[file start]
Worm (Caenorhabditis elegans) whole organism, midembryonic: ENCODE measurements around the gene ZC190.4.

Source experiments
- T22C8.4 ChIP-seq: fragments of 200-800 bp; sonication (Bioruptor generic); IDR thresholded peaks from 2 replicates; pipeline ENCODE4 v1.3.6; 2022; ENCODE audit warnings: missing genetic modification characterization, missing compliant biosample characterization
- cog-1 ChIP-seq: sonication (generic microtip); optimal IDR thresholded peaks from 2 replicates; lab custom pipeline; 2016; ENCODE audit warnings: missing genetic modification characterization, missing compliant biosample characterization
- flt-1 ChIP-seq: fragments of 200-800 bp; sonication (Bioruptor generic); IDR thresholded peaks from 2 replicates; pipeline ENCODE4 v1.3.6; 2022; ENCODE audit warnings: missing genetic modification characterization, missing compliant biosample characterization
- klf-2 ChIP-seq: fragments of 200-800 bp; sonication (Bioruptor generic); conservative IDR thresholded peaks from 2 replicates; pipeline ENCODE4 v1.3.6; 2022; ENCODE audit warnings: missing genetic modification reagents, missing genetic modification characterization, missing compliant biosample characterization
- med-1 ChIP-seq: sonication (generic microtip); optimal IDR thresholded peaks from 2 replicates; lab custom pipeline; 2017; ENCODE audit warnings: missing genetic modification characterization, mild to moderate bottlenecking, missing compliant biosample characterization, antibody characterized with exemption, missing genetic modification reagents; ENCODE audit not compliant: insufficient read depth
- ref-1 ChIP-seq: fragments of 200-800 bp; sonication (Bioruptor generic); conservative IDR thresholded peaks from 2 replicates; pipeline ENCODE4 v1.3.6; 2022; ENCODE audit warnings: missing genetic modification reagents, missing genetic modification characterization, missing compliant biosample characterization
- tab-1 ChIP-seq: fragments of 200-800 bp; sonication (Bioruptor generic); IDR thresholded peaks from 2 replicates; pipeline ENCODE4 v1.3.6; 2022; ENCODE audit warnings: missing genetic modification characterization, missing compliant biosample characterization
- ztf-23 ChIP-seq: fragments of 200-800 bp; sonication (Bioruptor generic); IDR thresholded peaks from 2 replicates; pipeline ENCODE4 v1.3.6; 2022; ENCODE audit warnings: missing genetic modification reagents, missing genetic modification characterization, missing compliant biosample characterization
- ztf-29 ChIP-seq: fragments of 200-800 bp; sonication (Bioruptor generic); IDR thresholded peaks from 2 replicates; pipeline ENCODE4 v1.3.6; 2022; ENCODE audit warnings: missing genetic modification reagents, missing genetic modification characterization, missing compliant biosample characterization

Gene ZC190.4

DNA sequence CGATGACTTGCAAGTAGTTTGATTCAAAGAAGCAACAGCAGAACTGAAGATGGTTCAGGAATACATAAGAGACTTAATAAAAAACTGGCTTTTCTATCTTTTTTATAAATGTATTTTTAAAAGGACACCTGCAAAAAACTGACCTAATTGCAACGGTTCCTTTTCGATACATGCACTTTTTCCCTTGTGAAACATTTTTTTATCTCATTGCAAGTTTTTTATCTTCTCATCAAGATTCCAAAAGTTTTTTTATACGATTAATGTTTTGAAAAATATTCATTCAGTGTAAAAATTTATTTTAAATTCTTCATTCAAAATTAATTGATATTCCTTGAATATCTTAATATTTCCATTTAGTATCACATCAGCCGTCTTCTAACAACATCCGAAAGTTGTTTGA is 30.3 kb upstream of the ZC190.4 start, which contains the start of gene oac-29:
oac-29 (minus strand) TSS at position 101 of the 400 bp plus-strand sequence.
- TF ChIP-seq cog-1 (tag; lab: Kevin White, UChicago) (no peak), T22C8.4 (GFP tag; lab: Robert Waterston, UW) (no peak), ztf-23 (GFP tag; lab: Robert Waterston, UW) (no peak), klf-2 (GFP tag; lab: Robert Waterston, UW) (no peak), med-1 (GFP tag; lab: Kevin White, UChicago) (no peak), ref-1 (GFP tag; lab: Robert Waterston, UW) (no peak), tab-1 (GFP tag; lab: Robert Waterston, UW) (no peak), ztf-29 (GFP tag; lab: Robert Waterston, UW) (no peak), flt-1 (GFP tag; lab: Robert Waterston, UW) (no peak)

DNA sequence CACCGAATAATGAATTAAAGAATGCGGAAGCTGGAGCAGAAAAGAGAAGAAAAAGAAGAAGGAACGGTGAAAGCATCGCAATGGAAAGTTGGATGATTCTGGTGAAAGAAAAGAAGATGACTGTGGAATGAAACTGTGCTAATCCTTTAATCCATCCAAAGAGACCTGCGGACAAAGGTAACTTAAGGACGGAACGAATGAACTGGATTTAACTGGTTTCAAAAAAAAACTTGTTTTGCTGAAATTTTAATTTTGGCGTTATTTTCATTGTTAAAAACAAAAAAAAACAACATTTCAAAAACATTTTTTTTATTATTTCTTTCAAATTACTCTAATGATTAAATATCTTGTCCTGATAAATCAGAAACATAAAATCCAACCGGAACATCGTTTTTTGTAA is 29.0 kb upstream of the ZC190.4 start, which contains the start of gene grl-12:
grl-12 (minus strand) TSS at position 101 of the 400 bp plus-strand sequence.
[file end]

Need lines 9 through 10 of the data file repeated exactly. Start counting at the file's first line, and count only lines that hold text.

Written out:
- tab-1 ChIP-seq: fragments of 200-800 bp; sonication (Bioruptor generic); IDR thresholded peaks from 2 replicates; pipeline ENCODE4 v1.3.6; 2022; ENCODE audit warnings: missing genetic modification characterization, missing compliant biosample characterization
- ztf-23 ChIP-seq: fragments of 200-800 bp; sonication (Bioruptor generic); IDR thresholded peaks from 2 replicates; pipeline ENCODE4 v1.3.6; 2022; ENCODE audit warnings: missing genetic modification reagents, missing genetic modification characterization, missing compliant biosample characterization